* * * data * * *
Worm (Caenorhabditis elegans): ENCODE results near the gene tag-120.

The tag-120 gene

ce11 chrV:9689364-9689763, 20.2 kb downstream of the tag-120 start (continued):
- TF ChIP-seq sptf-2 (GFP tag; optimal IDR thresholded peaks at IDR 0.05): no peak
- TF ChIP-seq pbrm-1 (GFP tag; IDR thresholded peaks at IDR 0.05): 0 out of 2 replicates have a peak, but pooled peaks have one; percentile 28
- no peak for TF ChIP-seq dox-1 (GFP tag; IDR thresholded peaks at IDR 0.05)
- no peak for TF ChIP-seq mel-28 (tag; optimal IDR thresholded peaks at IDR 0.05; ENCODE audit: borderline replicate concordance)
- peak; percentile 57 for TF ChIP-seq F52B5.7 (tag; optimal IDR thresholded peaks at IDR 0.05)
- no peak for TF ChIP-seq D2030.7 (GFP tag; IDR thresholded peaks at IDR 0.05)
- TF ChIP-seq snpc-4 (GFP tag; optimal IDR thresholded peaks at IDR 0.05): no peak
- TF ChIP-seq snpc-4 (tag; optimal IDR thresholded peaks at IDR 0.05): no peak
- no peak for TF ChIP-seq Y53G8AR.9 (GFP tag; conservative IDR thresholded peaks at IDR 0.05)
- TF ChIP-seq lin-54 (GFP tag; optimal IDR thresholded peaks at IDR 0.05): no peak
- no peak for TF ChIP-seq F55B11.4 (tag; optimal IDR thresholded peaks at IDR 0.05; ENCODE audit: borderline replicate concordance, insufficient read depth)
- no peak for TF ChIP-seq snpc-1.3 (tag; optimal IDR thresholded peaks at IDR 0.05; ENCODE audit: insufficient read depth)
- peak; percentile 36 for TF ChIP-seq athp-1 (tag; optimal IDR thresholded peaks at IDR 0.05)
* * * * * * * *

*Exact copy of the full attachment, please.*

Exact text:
Worm (Caenorhabditis elegans): ENCODE results near the gene tag-120.

The tag-120 gene

ce11 chrV:9689364-9689763, 20.2 kb downstream of the tag-120 start (continued):
- TF ChIP-seq sptf-2 (GFP tag; optimal IDR thresholded peaks at IDR 0.05): no peak
- TF ChIP-seq pbrm-1 (GFP tag; IDR thresholded peaks at IDR 0.05): 0 out of 2 replicates have a peak, but pooled peaks have one; percentile 28
- no peak for TF ChIP-seq dox-1 (GFP tag; IDR thresholded peaks at IDR 0.05)
- no peak for TF ChIP-seq mel-28 (tag; optimal IDR thresholded peaks at IDR 0.05; ENCODE audit: borderline replicate concordance)
- peak; percentile 57 for TF ChIP-seq F52B5.7 (tag; optimal IDR thresholded peaks at IDR 0.05)
- no peak for TF ChIP-seq D2030.7 (GFP tag; IDR thresholded peaks at IDR 0.05)
- TF ChIP-seq snpc-4 (GFP tag; optimal IDR thresholded peaks at IDR 0.05): no peak
- TF ChIP-seq snpc-4 (tag; optimal IDR thresholded peaks at IDR 0.05): no peak
- no peak for TF ChIP-seq Y53G8AR.9 (GFP tag; conservative IDR thresholded peaks at IDR 0.05)
- TF ChIP-seq lin-54 (GFP tag; optimal IDR thresholded peaks at IDR 0.05): no peak
- no peak for TF ChIP-seq F55B11.4 (tag; optimal IDR thresholded peaks at IDR 0.05; ENCODE audit: borderline replicate concordance, insufficient read depth)
- no peak for TF ChIP-seq snpc-1.3 (tag; optimal IDR thresholded peaks at IDR 0.05; ENCODE audit: insufficient read depth)
- peak; percentile 36 for TF ChIP-seq athp-1 (tag; optimal IDR thresholded peaks at IDR 0.05)